A thinking, tailored and radical approach to mastering Tai Chi.
Here I am explaining a countering movement found in Sao Chui.
This counter is derived from the hook hand movement from Single Whip.
If you learn the form normally you might not see this connection due to the timing of how this movement is taught.
It is when we change the timing that this appliction becomes obvious.
Sometime ago in the pre-COVID 19 era (man, was it that long ago?) someone asked me about kicking in Tai Chi.
I am not demonstrating a Tai Chi kick here. This is also not an SKD kick. Its a kick I modified from one of the eight kicks in the Wing Chun dummy.
In SKD we use Tai Chi body structure.
One of the principles of Tai Chi body structure is 含胸拔背 commonly translated as contain the chest, raise the back.
Here I give a demonstration of what this means and the implication in power generation.
I didn’t hit the dummy harder as I didn’t want it to fall over in case you are thinking that the power is not that strong.
I also kept the demo to this principle instead of involving the other principles so that we can view in isolation the workings of this principle.
Here I am explaining the connecting between the first part of the footwork we learn in SKD and the similarity in the footwork of the dummy.
The short talk on the Wing Chun dummy continued with explanation on how to use the neutralization principles in Wing Chun itself.
We then move into how to apply these principles to SKD itself with some examples.
SKD is designed around the principles I learned from different styles.
We learn the techniques of Master Leong’s Pok Khek Kuen first because they are easier to pick up, relatively anyway.
However, despite seemingly looking like external techniques we do pay attention to the “internal” principles.
Today I decided we should pay more attention to getting the technical part correct otherwise the neutralizing, or blocking to use an easier word to say, will not work as well as it should be.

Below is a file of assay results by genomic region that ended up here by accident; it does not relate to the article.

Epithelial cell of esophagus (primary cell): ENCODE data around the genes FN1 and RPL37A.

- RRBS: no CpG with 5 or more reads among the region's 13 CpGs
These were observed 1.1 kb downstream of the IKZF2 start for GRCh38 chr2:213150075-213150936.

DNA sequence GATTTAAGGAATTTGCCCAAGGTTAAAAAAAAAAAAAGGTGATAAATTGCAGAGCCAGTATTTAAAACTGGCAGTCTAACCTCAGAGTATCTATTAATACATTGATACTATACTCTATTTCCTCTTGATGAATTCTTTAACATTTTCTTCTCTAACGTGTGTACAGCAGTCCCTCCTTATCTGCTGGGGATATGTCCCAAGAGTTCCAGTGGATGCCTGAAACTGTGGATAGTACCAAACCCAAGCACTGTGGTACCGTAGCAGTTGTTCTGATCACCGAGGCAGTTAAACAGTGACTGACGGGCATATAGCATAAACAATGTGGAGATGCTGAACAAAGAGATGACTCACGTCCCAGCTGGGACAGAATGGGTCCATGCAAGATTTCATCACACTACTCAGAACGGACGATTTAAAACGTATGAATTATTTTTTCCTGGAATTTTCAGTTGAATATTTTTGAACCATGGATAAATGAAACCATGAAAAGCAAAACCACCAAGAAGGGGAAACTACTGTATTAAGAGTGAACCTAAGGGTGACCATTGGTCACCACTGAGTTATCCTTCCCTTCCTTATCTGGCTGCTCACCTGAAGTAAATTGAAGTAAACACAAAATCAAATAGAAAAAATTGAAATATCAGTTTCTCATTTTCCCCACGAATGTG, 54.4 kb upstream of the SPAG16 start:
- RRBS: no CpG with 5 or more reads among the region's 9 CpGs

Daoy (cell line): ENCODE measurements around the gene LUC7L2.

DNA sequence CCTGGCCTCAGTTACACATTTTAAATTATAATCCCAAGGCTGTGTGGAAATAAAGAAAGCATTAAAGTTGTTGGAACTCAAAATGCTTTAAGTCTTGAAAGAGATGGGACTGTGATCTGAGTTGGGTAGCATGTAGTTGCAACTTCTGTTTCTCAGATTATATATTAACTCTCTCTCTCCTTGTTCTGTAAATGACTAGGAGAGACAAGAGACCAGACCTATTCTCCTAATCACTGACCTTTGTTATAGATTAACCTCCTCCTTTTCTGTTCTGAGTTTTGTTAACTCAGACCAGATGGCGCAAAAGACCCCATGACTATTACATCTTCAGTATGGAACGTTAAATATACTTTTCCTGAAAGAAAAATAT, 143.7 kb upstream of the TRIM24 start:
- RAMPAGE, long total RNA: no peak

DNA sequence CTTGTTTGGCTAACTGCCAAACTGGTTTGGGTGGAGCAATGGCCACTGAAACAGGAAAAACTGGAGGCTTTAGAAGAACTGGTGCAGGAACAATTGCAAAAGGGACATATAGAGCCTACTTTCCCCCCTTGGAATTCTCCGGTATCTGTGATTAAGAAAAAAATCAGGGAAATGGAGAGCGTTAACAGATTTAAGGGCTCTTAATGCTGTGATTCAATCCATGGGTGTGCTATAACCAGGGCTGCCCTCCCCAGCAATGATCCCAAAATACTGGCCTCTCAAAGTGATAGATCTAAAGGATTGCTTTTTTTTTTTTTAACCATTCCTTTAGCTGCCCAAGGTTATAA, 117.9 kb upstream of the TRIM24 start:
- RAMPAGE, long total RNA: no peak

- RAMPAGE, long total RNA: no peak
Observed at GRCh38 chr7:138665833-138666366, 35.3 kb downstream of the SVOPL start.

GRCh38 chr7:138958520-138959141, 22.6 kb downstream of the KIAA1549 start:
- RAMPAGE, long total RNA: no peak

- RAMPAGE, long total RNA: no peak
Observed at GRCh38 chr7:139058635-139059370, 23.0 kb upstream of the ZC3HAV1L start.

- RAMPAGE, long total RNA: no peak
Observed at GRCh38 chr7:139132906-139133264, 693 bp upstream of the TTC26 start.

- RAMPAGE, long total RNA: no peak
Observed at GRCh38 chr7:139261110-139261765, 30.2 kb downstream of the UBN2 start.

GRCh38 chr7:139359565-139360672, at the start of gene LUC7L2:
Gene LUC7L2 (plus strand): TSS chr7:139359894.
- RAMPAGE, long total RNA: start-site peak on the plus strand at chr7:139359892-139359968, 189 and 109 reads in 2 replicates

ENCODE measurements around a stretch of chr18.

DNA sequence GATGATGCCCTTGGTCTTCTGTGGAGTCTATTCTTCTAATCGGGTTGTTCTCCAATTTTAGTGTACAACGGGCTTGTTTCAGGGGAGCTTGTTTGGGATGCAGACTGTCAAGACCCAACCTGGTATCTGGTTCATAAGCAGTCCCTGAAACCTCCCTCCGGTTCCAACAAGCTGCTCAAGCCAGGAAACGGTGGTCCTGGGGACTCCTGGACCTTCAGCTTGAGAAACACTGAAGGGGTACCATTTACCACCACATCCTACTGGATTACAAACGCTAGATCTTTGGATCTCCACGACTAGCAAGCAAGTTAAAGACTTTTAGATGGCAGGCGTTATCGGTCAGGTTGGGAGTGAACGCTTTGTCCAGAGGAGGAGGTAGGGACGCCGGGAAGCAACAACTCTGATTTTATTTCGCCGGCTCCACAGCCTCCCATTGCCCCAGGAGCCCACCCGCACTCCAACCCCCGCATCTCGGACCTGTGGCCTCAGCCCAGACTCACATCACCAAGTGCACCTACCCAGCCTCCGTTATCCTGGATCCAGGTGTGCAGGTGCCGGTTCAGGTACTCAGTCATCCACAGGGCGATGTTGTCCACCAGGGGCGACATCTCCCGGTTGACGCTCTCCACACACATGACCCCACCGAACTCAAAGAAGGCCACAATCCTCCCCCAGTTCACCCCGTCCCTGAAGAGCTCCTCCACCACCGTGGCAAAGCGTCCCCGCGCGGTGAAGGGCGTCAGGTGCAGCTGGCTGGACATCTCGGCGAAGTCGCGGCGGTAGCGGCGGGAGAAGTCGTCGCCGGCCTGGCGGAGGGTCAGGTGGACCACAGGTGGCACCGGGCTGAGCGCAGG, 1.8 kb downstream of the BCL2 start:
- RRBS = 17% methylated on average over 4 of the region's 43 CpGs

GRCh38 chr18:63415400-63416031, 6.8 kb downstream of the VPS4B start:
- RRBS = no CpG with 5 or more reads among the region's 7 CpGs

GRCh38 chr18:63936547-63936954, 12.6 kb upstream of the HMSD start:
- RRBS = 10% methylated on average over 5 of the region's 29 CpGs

I used the Wing Chun wooden dummy to explain about the principles involved in neutralizing.
The short talk began with an explanation on how to actually use the dummy instead of banging away at it as is commonly seen today.
More detailed covereage of these principles are in my eBooks “The Ip Man Questions : Kicks, power & strategies in the martial art of Wing Chun” and “2 Dots : Six Learning Steps for Mastering Wing Chun’s Kicking Model“.
Since I am not teaching Wing Chun anymore I may teach parts of the 2 Dots learning model in SKD as part of our plug and play module.
Just because we limit our learning to 6 basic blocks does not mean we are restricted.
Restriction is sometimes a matter of perspective. If you have less then you are forced to innovate to do more with less.
In this way you actually learn more indepth about how you can use each block.
Once we can remember the sequence of the 6-blocks we learn to do them smoothly. Then we keep on practicing until we can do them in whichever order we want to do them.
The next part of the learning is to add in a strike following each strike.
When you can respond faster then you strike as you block.
This is an explanation on how to use the 6 basic blocks in SKD.
When learning how to use the 6 basic blocks we would need to examine what striking attacks are typically used so that we know whether the 6 blocks are sufficient or we can adapt what we have to fit the attack.
And sometimes the purpose of learning 6-Blocks is not to just teach you how to block…….
At the basic level we use three strikes to simplify our learning.
However, having three strikes does not mean that we are limited in how we can apply them.
From the basic body posture we can also easily shift into the other techniques.
This allows us to easily expand our choice of response as we move up in our learning.
Here I am explaining how we can overcome an attempt to block our strike. We normally explore this as part of learning to understand our techniques.
Traditionally, the teacher will teach us some examples of how to apply the strategies of the art and leave it to us to look into it further.
There is no right or wrong answers, merely investigative questions such as won’t bringing my swinging arm up in the air open me up to a grappler to rush me and body lock me and so on.
The Sao Chui is a powerful strike that cuts through the air in a wide arc.
This means that if improperly used you will inadvertently open up your space to an attack.
So more than ever you must have a good grasp of the fundamentals in order to use Sao Chui.
This is because the wide movement can cause you to lose your balance if you miss.
We also need to look into how to set up the strike quickly and issue power even at a closer range to reduce the striking time.
Because Sao Chui requires a bigger movement this means that you will never be as fast as a linear strike such as the Yum Chui.
So in order to use Sao Chui you will need to investigate how to minimize this weakness.